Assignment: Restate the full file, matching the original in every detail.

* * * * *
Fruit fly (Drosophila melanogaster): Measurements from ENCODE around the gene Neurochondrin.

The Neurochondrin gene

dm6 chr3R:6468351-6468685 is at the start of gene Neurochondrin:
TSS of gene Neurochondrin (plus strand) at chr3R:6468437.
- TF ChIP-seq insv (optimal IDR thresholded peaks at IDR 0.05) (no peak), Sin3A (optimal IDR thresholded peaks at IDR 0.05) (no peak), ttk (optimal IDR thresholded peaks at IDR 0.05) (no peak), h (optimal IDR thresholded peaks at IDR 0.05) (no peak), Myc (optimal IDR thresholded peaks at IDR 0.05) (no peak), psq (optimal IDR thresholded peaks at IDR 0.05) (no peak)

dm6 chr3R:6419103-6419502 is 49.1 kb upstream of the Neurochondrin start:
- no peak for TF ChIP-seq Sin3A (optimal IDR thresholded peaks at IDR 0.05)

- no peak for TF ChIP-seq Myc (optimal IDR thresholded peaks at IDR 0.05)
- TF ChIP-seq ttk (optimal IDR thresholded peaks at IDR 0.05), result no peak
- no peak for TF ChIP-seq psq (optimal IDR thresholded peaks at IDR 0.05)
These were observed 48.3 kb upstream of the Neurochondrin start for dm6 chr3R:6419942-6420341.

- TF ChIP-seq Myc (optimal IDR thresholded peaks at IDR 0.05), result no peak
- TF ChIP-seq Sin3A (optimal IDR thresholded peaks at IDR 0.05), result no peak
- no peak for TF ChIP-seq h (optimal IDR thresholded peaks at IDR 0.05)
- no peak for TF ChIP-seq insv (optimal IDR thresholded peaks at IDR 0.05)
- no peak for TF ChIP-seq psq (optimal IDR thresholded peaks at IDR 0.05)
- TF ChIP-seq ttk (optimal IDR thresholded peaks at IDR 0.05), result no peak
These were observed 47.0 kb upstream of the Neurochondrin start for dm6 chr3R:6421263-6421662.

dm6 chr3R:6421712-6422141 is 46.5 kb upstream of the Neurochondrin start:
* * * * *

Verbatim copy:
Fruit fly (Drosophila melanogaster): Measurements from ENCODE around the gene Neurochondrin.

The Neurochondrin gene

dm6 chr3R:6468351-6468685 is at the start of gene Neurochondrin:
TSS of gene Neurochondrin (plus strand) at chr3R:6468437.
- TF ChIP-seq insv (optimal IDR thresholded peaks at IDR 0.05) (no peak), Sin3A (optimal IDR thresholded peaks at IDR 0.05) (no peak), ttk (optimal IDR thresholded peaks at IDR 0.05) (no peak), h (optimal IDR thresholded peaks at IDR 0.05) (no peak), Myc (optimal IDR thresholded peaks at IDR 0.05) (no peak), psq (optimal IDR thresholded peaks at IDR 0.05) (no peak)

dm6 chr3R:6419103-6419502 is 49.1 kb upstream of the Neurochondrin start:
- no peak for TF ChIP-seq Sin3A (optimal IDR thresholded peaks at IDR 0.05)

- no peak for TF ChIP-seq Myc (optimal IDR thresholded peaks at IDR 0.05)
- TF ChIP-seq ttk (optimal IDR thresholded peaks at IDR 0.05), result no peak
- no peak for TF ChIP-seq psq (optimal IDR thresholded peaks at IDR 0.05)
These were observed 48.3 kb upstream of the Neurochondrin start for dm6 chr3R:6419942-6420341.

- TF ChIP-seq Myc (optimal IDR thresholded peaks at IDR 0.05), result no peak
- TF ChIP-seq Sin3A (optimal IDR thresholded peaks at IDR 0.05), result no peak
- no peak for TF ChIP-seq h (optimal IDR thresholded peaks at IDR 0.05)
- no peak for TF ChIP-seq insv (optimal IDR thresholded peaks at IDR 0.05)
- no peak for TF ChIP-seq psq (optimal IDR thresholded peaks at IDR 0.05)
- TF ChIP-seq ttk (optimal IDR thresholded peaks at IDR 0.05), result no peak
These were observed 47.0 kb upstream of the Neurochondrin start for dm6 chr3R:6421263-6421662.

dm6 chr3R:6421712-6422141 is 46.5 kb upstream of the Neurochondrin start: